Public-Key Cryptosystems Resilient to Key Leakage
Gil Segev, Weizmann Institute of Science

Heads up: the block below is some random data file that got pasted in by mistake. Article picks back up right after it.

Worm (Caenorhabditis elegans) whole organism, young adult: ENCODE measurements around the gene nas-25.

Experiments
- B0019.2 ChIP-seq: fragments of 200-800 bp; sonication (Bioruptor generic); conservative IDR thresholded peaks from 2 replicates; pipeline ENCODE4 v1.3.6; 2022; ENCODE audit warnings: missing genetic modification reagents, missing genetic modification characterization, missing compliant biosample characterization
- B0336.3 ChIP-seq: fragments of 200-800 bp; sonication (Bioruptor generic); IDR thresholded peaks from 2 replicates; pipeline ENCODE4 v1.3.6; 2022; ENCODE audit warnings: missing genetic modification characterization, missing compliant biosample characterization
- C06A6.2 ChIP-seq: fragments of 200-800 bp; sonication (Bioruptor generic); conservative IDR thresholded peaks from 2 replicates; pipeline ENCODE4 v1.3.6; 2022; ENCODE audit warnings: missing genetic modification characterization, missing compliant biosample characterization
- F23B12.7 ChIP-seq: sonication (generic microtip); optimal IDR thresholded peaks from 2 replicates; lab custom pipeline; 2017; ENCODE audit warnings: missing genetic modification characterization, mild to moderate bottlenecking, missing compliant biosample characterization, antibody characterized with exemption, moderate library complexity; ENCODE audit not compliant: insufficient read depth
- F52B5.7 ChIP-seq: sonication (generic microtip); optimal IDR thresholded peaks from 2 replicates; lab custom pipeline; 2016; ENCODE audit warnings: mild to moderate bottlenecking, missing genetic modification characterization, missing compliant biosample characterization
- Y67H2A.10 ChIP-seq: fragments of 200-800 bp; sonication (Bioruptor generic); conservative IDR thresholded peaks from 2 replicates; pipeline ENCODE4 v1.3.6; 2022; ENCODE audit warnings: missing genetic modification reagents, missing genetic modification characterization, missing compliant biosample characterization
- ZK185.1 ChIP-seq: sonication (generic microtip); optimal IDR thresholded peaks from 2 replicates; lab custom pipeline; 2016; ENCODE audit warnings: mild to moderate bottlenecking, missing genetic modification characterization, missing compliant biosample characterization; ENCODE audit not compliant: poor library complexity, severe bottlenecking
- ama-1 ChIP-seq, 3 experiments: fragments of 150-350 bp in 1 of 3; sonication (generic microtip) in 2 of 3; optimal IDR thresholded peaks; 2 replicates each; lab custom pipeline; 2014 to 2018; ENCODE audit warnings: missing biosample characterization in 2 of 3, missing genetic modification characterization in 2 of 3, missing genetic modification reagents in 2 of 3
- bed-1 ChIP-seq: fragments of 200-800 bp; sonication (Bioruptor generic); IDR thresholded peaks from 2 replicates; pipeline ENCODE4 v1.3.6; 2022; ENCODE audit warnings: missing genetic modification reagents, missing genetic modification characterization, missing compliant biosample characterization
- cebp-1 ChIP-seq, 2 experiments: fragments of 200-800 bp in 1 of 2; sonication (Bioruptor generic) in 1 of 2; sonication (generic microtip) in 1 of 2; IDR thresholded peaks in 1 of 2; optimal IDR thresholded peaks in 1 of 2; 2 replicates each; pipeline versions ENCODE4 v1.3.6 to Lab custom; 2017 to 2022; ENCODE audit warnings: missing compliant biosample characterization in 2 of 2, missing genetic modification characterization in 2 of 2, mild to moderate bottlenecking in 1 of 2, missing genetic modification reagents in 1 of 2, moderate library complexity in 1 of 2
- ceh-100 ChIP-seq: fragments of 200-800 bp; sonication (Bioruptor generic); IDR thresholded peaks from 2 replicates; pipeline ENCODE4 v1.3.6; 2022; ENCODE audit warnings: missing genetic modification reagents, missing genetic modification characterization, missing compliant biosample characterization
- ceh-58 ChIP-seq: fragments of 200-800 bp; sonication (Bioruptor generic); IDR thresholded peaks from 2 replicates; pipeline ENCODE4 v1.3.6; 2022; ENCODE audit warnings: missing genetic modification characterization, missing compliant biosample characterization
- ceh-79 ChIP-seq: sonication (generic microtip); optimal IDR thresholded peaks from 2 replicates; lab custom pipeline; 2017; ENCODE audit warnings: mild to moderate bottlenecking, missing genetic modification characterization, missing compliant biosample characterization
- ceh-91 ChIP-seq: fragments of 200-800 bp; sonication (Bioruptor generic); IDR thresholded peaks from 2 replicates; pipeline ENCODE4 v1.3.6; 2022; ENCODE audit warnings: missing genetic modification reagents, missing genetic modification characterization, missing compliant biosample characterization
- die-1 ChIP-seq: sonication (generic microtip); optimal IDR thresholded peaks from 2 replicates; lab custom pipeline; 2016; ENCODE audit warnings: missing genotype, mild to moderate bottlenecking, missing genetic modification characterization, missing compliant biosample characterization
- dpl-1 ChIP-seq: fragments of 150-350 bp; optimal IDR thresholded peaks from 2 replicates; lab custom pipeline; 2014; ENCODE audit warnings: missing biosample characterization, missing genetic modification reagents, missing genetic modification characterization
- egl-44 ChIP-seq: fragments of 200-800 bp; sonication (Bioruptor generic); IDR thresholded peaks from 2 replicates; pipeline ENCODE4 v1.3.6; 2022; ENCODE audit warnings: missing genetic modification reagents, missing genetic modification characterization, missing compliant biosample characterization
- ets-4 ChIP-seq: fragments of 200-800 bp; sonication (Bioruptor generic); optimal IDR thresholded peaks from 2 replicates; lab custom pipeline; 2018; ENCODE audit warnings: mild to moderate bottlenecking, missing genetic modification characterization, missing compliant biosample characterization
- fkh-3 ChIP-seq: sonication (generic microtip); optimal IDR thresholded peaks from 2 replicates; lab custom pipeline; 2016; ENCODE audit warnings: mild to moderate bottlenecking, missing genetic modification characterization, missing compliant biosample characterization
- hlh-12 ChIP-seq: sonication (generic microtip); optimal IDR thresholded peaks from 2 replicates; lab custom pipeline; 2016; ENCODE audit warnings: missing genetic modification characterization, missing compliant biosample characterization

Most of the work in the analysis of cryptographic schemes is traditionally concentrated in abstract adversarial models that do not capture side-channel attacks. Such attacks exploit various forms of unintended information leakage, which is inherent to almost all physical implementations. In light of the prevalence of side-channel attacks there have been several recent attempts to model such attacks, and to construct cryptographic schemes that are secure even against a wide range of side-channnel attacks. In this talk I will describe recent developments in the area that are inspired by the "cold boot attacks" of Halderman et al. (Usenix Security 2008), and by the framework for modelling key-leakage attacks suggested by Akavia, Goldwasser and Vaikuntanathan (TCC '09) in which adversarially chosen functions of the secret key are leaked to the attacker. In particular, I will present a new and simple construction of a public-key cryptosystem that is resilient to leakage of almost all the secret key, as well as a generic method for constructing leakage-resilient cryptosystems that can be based on a variety of number-theoretic assumptions. Joint work with Moni Naor.